We provide leadership training at the entry level, which is for people when they first go into supervisory jobs. Then we have training for middle management, senior management and top management. All these are modular, residential workshops, and they are conducted by faculty members, at least 60% of whom are internal. It has been working reasonably well. In fact, we are investing much more in this area. We’ve done some reorganization so that our training is linked with evaluation. After people have gone through the training programs, we follow through and monitor how they perform on the job.
Aron: The problem for Wipro going forward and ramping up in terms of revenues and people in India is not going to be the availability of programmers or technical people; it will be the availability of upper and middle management. If you look at business schools in India such as the Indian Institutes of Management (IIMs) or the Indian School of Business, companies like Wipro, Infosys or TCS are not attracting the top talent from those institutions. The employers of choice for those students seem to be the investment banks and consulting companies. This poses two kinds of challenges for you. First, how do you attract the top talent from campuses? And second, how do you get lots of really sharp people for your middle- and upper-middle management? I would really like to hear your perspective on this.
Premji: For one thing, we have spread our recruitment net wider than the top five business schools in India; we now hire people from the top 25 management institutes. We have MBAs whom we have recruited from these institutes, and they rank very close in quality to people we hire from the IIMs. We have to be careful to focus on the top half or top 33% of the class, because then the students tend to be very bright. Our experience with these students has been extremely good. Many investment banks and multinational companies that recruit in India, paying students multinational salaries and offering overseas jobs, are not present at these institutes. Our competition here typically tends to be companies hiring for domestic jobs and non-investment banks. That has made these institutes a strong source for recruiting management talent. In fact, last year we took in 160 people from these schools.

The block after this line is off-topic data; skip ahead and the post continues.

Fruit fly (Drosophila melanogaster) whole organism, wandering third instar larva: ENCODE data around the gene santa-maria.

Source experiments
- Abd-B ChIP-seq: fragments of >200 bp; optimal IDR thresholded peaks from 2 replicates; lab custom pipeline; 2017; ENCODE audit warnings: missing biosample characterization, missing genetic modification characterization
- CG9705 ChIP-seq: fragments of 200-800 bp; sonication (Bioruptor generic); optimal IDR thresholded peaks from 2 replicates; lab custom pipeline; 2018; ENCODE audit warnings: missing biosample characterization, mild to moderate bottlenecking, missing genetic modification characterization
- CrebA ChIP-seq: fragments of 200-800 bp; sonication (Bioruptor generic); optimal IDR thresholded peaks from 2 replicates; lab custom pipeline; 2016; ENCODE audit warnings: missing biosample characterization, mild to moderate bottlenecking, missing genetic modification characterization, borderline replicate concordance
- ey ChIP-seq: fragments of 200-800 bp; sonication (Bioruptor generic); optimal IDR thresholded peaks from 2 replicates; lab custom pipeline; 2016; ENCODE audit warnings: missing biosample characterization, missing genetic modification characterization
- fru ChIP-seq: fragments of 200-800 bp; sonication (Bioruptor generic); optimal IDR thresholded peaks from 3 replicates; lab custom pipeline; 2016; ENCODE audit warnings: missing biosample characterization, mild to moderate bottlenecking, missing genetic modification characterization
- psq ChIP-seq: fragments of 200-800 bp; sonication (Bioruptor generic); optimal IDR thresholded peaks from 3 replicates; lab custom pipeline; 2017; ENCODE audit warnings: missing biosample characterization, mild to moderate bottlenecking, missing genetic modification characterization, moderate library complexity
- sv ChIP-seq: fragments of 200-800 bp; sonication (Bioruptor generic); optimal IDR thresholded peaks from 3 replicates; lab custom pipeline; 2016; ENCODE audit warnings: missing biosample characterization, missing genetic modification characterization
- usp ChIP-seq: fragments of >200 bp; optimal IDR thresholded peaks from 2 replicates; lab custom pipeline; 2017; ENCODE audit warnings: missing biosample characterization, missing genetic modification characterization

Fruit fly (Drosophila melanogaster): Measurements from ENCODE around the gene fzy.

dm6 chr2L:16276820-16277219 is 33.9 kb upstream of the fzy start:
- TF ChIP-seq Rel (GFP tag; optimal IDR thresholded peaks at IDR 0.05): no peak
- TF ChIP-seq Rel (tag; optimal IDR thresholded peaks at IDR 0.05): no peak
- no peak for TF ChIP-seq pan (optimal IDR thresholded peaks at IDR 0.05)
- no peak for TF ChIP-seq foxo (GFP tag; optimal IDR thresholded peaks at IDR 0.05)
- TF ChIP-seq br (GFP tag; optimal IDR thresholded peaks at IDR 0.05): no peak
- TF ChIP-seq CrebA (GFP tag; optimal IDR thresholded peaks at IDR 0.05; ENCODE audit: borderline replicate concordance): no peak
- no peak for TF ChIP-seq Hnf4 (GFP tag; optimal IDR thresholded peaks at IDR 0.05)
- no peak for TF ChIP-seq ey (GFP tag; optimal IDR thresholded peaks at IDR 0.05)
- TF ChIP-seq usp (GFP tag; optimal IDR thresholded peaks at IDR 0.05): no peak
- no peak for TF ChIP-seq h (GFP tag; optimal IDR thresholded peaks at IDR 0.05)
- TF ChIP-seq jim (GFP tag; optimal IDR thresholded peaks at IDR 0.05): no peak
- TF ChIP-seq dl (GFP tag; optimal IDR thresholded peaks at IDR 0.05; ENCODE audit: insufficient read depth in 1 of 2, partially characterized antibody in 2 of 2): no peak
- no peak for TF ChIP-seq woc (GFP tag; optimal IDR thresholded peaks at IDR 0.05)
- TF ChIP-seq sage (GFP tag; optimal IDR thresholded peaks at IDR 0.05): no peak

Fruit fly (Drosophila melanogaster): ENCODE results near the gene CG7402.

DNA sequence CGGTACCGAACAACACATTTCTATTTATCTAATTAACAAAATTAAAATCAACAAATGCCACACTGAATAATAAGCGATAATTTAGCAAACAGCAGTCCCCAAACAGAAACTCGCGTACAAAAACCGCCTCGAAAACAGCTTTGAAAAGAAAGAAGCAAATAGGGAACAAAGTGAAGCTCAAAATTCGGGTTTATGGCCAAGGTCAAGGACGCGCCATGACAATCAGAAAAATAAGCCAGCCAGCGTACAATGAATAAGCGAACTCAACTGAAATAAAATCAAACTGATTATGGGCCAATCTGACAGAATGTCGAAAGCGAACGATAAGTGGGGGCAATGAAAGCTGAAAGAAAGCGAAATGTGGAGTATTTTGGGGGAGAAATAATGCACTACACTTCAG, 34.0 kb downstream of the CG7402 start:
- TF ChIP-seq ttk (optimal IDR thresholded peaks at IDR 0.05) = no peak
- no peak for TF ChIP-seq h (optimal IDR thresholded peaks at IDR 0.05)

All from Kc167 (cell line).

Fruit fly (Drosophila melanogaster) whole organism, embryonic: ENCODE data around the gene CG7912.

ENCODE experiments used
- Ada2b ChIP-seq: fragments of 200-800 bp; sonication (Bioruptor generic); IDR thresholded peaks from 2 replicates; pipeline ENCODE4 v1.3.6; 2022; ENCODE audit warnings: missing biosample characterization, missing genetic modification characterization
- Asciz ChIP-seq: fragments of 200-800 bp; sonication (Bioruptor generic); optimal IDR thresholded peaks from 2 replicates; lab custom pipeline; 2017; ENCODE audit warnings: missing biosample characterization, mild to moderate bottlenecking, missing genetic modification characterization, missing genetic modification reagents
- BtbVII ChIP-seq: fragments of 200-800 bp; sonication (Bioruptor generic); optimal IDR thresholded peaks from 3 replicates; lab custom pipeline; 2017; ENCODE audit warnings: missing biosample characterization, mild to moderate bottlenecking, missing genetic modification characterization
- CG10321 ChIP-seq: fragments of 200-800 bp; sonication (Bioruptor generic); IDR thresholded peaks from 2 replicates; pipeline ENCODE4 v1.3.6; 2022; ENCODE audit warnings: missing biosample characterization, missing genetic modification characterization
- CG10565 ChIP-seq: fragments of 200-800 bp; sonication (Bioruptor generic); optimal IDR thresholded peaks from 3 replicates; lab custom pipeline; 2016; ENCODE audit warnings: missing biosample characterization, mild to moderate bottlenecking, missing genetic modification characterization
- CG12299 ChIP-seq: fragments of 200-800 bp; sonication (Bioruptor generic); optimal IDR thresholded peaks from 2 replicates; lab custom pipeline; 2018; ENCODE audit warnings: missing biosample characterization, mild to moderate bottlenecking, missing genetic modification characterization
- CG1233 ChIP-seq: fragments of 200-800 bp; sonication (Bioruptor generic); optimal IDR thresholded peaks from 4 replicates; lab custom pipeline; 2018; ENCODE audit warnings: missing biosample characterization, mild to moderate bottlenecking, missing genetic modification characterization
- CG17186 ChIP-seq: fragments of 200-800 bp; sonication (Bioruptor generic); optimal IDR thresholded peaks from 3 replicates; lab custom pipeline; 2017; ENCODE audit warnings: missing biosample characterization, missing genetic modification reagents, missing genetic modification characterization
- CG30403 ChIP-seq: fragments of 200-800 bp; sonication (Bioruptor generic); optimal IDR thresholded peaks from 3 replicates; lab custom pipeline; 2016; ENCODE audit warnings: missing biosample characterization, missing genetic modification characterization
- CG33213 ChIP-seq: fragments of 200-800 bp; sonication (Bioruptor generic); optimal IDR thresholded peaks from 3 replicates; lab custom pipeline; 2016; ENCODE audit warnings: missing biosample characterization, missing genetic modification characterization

Second, we do lots of internal training and give people major responsibilities even if they are only 60% ready. Our experience is that people are pretty elastic when you give them responsibility, and they just grow rapidly with the job. Third, we have a good reputation for recruiting laterally, and we recruit from our competitors as well as from other industries. These people bring high levels of project management skills, service skills and customer interaction skills in terms of the way that middle managers and supervisory managers have to deal with customers. Our experience has been strong on this count also. And because we have been recruiting from outside for many years now, our culture seems to have enough veracity and openness to be able to induct even middle management and senior management talent from outside and still integrate them into the Wipro culture without any serious disengagement.
Knowledge at Wharton: What leadership qualities do you look for in executives you hire at Wipro?
Premji: We have defined seven or eight leadership qualities. We have defined those because we needed some consistency in terms of what we measure against when we recruit; what we measure against when we promote; and what we want our training to be oriented towards in terms of the skills and competencies we want to build into people. Pratik, could you add more about the leadership qualities?
Pratik Kumar: We look for people who can work effectively in an unstructured environment, who have great adaptability and who can be reasonably comfortable in situations that are not crystal clear and where there is a level of ambiguity. We also recruit people who have a lot of self-initiative because these are qualities that will lead them to succeed in our kind of environment.
In addition, we have a clearly crafted list of leadership qualities with which we measure our own managerial talent and I will touch on those very quickly. One is customer orientation, because we believe that for an organization to be successful, this is a particularly important rule. Strategic thinking is becoming more and more important; we need people who can balance short-term and long-term goals, and who are ready to sprint and run a marathon at the same time.
Self-confidence is another quality that I think is becoming increasingly important. Many people have spent their whole lifetime working in environments which have been predominantly Indian. When they have to deal with people from different cultures and with different styles, it is important to see how well they are able to hold their own. Self-confidence also means your ability to take good news as well as bad news. How well are you able to do that? That is another important element. Other important leadership qualities we look for are commitment to excellence, willingness to groom other leaders in the organization, and the ability to work in teams. All these qualities are interwoven in everything we do in the organization.